The Pill cuts ovarian cancer deaths

Long-term protection against ovarian cancer conferred by oral contraceptives is being credited for a 12% drop in deaths from the disease in Australian women over a decade.

An international review of ovarian cancer deaths has found that rates fell by 10-15% in most western countries between 2002 and 2012, with mortality rates are predicted to continue to decline.

The study noted there were large decreases in ovarian cancer deaths in Australia between 2002 and 2011, with the death rate declining from 4.84 to 4.27 deaths per 100,000 women.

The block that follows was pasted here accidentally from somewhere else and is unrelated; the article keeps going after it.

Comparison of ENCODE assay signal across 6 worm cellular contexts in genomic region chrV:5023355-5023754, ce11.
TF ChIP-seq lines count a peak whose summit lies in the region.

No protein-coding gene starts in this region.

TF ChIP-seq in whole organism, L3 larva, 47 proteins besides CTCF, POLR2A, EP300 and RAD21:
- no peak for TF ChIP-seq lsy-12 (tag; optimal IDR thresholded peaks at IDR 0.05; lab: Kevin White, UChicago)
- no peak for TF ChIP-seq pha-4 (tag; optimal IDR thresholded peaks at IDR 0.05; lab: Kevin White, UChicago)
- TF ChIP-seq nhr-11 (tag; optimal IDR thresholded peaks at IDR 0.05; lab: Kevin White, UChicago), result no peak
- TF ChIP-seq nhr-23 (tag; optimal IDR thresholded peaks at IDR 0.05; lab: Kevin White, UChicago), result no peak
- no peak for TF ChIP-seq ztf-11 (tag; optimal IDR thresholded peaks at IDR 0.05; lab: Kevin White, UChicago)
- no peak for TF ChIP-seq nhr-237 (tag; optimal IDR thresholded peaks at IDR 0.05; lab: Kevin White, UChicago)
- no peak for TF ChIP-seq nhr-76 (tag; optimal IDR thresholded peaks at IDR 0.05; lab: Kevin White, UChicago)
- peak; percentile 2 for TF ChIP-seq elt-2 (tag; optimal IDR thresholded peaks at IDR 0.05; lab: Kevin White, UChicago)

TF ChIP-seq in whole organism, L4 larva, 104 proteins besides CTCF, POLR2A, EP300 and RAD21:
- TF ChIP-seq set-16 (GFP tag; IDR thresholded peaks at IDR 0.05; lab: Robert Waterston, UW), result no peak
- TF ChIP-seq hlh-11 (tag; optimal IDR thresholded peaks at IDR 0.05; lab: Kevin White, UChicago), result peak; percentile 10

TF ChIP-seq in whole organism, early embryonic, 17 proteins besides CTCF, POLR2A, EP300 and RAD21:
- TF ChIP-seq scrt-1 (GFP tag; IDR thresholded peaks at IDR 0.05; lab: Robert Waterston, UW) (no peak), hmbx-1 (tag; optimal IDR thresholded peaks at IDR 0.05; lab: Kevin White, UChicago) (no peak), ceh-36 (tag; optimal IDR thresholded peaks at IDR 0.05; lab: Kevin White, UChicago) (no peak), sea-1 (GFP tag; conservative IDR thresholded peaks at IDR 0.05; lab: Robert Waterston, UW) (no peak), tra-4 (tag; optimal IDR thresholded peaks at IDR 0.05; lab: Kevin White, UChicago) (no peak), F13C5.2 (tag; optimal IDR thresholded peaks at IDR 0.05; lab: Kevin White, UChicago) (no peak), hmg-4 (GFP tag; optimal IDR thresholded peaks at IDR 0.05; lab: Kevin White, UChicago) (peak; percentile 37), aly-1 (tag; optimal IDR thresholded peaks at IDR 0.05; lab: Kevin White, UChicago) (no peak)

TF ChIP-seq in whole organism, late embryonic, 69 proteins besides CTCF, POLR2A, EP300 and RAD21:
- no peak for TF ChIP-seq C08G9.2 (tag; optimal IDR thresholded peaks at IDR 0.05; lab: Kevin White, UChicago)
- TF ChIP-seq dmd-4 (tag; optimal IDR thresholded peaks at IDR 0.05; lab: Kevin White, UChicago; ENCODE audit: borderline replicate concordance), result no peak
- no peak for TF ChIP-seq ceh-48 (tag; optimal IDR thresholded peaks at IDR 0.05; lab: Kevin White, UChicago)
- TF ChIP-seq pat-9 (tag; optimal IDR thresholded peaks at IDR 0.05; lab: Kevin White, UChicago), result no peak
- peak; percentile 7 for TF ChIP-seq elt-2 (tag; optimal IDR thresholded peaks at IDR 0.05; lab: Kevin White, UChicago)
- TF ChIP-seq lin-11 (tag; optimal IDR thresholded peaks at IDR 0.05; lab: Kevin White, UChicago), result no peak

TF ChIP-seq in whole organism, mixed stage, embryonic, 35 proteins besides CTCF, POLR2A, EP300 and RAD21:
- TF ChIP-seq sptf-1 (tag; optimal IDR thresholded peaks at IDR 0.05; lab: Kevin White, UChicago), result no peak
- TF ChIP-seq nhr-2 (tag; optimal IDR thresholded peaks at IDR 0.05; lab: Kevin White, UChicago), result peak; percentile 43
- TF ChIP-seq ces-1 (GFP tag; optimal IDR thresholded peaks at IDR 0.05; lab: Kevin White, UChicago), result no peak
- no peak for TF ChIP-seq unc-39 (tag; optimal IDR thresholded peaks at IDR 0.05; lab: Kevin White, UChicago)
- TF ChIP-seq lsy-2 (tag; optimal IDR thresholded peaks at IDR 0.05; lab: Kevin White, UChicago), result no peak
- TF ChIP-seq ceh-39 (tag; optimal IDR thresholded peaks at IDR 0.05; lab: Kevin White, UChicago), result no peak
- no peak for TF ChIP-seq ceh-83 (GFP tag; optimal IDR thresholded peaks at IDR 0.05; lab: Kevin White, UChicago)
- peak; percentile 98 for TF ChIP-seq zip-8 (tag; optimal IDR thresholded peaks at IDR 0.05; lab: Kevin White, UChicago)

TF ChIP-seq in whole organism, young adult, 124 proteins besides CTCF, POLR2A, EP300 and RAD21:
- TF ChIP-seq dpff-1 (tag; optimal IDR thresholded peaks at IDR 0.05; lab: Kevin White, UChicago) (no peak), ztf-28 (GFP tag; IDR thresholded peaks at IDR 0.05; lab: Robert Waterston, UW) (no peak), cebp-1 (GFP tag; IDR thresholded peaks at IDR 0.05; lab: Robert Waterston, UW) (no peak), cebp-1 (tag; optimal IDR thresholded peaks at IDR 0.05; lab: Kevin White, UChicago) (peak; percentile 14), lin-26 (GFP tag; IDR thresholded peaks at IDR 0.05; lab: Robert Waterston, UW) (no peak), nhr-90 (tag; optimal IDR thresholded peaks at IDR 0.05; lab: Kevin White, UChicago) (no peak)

The reductions were greatest among younger women compared with middle-aged and older women, according to the study by Professor Carlo La Vecchia and colleagues from the faculty of medicine at the University of Milan, Italy.

“The main reason for the favourable trends is the use of oral contraceptives, particularly, in the US and countries of the EU where oral

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